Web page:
OBJECTS OF THE INVENTION

This invention is concerned with pressurized compositions consisting of a polymer dissolved in a liquified propellant mixture emulsified with an aqueous solution containing from zero to about 60% alcohol, which forms upon release from its container a coherent foamed structure from which the aqueous solution can be expressed. Previously, such coherent foamed structures would form only over a relatively narrow temperature, e.g., 18-26 C. At lower temperatures the structures tended to be excessively weak, while at higher temperatures they tended to form ribbons rather than coherent pads. An object of the instant invention is to provide compositions that form coherent foamed pads over a broader ambient temperature range, and at least over the range of 15-32 C.

Previously, such emulsions containing less than about 30% alcohol based on the weight of the aqueous-phase could not be used to form coherent foamed structures from which the aqueous solution could be expressed. Instead, an aqueous foam containing polymer shreds was obtained If the amount of aqueous solution was reduced sufficiently, then a coherent foamed structure was obtained, but it was dry and the aqueous solution could not be squeezed out. An object of the invention is to provide compositions that form coherent structures from which aqueous solutions containing from 0 to 60% alcohol can be expressed.

Previously, an inexpensive, rapid and convenient process for the manufacture of pressurized compositions that form coherent foamed structures and from which an aqueous solution could be expressed was not available. It is an object of this invention to provide such a process.

NATURE OF THE INVENTION

It has now been found that the objects of the instant invention can be realized using polyisobutyl methacrylate as the polymer of the polymer - propellant composition. The molecular weight of the polymer is not critical and it can range from 25,000 to about 500,000. The composition should contain from about 5 to about 40% by weight of polymer. The lower concentration levels are employed with higher molecular weight polymers and the higher concentration levels with polymers of lower molecular weight. If the concentration is too low the foamed structure will be excessively weak, while if it is too high, the polymer solution will be too viscous to mix readily with the aqueous phase.

It is necessary to plasticize the polymer, both to obtain a coherent foamed structure and to obtain a pad structure that is soft and flexible, rather than harsh and brittle. However, it is important not to over-plasticize, otherwise the structure will be weak and it will stretch excessively during use. If still more over-plasticized, it will be a sticky paste rather than a foamed structure.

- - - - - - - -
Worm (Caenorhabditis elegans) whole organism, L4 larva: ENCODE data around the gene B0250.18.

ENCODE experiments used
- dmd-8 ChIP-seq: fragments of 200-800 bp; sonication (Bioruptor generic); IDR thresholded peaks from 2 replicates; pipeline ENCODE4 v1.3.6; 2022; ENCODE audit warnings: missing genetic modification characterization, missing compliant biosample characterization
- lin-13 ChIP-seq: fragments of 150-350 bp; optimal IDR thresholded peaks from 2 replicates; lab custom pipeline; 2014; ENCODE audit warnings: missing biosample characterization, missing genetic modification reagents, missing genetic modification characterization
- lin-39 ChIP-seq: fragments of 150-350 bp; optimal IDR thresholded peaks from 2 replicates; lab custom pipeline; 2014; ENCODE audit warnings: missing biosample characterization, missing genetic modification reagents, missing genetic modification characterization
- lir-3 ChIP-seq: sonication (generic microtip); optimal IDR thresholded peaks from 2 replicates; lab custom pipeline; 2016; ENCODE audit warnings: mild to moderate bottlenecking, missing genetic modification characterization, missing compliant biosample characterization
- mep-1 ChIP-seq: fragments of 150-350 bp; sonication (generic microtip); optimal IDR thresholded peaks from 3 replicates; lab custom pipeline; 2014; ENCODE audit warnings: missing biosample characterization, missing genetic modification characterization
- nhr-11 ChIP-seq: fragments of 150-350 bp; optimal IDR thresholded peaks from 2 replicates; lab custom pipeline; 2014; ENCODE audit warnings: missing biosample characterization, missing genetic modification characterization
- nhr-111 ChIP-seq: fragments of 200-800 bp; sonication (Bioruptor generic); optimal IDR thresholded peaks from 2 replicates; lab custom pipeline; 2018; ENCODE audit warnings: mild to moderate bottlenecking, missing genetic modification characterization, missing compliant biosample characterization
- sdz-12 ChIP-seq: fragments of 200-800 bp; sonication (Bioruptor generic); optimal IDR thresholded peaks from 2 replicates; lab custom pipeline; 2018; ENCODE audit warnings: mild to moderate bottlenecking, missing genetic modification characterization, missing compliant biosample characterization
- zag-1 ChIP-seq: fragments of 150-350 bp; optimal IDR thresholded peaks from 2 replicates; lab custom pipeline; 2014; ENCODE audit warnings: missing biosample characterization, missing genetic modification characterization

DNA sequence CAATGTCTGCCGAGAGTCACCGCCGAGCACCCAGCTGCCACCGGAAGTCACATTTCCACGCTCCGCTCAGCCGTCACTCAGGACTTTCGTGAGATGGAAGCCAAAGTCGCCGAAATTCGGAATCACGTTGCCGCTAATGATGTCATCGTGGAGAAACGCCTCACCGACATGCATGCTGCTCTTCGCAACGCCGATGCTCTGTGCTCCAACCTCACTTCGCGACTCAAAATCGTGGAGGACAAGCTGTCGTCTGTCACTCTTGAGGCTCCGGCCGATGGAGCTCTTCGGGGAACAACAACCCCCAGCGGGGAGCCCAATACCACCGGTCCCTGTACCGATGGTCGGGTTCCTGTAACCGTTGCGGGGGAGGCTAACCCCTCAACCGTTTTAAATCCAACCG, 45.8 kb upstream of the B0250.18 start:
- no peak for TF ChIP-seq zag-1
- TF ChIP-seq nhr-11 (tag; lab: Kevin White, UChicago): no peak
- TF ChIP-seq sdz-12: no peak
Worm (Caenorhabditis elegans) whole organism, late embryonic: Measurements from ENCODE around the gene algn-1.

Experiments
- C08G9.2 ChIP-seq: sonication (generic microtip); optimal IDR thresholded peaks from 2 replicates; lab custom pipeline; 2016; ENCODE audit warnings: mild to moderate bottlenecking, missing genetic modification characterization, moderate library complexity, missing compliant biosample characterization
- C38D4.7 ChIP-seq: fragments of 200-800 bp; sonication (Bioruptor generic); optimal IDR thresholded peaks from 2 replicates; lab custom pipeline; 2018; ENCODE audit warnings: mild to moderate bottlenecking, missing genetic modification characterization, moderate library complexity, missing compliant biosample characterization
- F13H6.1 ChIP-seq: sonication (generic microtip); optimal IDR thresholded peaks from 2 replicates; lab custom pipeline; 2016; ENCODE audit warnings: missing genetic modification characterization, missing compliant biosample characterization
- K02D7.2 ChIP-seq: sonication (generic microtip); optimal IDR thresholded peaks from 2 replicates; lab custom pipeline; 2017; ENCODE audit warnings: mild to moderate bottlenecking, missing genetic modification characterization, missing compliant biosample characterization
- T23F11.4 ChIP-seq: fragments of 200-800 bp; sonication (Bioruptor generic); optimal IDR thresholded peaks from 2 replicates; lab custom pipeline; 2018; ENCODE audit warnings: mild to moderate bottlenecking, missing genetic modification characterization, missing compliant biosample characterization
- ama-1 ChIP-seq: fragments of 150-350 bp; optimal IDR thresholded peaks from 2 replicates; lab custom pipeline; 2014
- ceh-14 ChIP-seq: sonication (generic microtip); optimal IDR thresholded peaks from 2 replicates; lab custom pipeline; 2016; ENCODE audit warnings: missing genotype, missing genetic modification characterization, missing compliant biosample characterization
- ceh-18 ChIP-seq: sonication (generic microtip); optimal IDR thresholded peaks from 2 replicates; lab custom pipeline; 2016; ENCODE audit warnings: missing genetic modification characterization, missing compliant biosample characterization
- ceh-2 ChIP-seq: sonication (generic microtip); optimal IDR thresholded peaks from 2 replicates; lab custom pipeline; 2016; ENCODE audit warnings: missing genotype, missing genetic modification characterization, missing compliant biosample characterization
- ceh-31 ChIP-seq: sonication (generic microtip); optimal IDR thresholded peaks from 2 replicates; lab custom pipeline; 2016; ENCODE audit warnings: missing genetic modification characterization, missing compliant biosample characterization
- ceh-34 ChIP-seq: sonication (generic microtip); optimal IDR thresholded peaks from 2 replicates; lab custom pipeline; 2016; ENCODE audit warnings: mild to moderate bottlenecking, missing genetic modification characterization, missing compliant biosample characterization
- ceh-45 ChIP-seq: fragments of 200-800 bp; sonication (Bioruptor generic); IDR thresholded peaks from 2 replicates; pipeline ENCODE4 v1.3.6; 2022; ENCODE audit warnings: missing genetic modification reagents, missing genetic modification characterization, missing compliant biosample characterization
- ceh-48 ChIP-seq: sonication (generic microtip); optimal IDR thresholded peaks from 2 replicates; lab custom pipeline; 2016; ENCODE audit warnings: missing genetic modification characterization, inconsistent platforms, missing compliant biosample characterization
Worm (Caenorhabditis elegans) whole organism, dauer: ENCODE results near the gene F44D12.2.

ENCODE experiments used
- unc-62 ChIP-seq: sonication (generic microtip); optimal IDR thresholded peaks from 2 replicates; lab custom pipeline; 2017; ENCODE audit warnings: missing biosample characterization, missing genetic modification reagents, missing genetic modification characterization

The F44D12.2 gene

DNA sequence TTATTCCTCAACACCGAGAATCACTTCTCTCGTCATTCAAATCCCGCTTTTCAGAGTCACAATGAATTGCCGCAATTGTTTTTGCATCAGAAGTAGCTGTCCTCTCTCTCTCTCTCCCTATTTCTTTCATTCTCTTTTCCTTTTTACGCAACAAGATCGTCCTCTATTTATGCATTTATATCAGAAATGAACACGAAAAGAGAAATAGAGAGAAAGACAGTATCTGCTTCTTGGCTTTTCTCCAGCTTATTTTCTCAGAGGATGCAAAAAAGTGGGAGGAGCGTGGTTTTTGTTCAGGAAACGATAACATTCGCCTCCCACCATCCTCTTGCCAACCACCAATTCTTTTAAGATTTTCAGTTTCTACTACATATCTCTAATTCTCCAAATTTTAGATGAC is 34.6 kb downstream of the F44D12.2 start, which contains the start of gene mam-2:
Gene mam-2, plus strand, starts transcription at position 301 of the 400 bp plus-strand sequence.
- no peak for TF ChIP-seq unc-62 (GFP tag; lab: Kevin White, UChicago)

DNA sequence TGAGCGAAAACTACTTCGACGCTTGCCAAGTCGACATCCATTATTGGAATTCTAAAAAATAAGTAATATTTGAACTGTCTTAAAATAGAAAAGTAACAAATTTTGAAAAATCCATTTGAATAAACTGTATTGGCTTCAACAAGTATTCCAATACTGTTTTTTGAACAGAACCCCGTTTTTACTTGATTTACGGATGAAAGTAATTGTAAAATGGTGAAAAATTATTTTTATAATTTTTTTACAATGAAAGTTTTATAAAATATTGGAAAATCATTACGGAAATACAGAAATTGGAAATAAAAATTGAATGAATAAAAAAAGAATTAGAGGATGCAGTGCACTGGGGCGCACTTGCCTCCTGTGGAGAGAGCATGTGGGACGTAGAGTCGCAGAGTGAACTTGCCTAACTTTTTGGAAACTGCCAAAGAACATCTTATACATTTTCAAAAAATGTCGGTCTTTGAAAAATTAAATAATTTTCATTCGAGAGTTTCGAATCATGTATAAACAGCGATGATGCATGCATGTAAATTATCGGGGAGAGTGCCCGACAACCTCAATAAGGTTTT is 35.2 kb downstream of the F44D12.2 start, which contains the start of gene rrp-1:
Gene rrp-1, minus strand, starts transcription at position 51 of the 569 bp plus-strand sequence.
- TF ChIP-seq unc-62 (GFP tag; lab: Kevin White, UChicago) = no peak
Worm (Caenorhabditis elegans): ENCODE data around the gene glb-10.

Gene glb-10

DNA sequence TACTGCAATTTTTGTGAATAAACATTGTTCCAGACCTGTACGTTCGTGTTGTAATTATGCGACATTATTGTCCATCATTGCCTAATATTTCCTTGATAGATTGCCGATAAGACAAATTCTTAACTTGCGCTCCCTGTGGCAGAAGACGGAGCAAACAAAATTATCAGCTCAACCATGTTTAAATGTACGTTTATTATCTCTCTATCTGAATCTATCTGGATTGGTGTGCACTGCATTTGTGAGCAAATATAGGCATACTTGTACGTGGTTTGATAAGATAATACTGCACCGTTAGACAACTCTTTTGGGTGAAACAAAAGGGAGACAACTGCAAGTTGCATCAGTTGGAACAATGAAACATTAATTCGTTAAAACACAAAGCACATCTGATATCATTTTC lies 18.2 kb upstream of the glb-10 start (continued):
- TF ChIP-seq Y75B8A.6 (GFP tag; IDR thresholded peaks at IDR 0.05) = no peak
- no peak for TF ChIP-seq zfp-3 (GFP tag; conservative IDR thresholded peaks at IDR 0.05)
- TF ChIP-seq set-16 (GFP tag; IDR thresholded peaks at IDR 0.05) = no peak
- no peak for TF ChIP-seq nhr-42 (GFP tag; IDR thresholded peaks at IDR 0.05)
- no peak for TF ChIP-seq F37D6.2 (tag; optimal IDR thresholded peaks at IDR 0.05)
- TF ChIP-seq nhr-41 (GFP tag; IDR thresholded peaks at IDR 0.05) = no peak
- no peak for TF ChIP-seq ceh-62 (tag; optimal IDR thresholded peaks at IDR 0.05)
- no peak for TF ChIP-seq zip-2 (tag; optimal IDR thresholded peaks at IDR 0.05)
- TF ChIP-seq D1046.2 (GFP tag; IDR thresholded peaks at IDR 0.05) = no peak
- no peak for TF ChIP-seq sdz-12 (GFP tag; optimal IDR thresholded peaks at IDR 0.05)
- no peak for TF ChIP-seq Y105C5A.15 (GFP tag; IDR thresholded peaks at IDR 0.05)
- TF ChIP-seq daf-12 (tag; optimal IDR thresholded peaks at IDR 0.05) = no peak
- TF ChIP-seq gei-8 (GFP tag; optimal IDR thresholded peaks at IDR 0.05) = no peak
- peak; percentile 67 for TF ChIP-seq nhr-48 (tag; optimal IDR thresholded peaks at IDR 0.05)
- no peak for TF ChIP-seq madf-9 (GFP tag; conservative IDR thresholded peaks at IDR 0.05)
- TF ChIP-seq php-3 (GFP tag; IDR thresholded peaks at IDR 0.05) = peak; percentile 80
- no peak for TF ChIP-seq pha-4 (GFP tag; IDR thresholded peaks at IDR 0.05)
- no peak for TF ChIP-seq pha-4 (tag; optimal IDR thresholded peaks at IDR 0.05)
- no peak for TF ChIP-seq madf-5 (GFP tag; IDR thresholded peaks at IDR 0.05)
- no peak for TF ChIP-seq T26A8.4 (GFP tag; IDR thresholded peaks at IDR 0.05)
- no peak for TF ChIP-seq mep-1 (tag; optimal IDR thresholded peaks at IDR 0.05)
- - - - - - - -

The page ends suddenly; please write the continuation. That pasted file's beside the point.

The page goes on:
Any of the wide variety of plasticizers may be used, as shown in the prior art. It is preferable, however, to use a plasticizer that only exerts a mild plasticizing effect, so that small variations in dosing will not substantially change the character of the product. Vegetable oils meet this requirement. The propellants also act as fugitive plasticizers, since they do not evaporate completely within the seconds that elapse between the time that the foamed structure is formed and it is used.

The choice of propellant plays an important role in extending the temperature range over which cohesive foamed structures can be obtained. In accordance with the instant invention, the propellant should be a mixture of propellants consisting predominantly of propellants that are poor solvents for the polymer and have relatively low vapor pressures, i.e. about 10 to 35 psig at 20 C. These propellants should comprise from about 50 to about 98% of the propellant mixture by weight and should be selected from the group consisting of n-butane, isobutane, and 1, 2-dichlorotetrafluoroethane. The use of these propellants to a predominant extent, and in particular n-butane and 1, 2-dichlorotetrafluoroethane, extends the upper temperature range at which coherent foamed structures are obtained.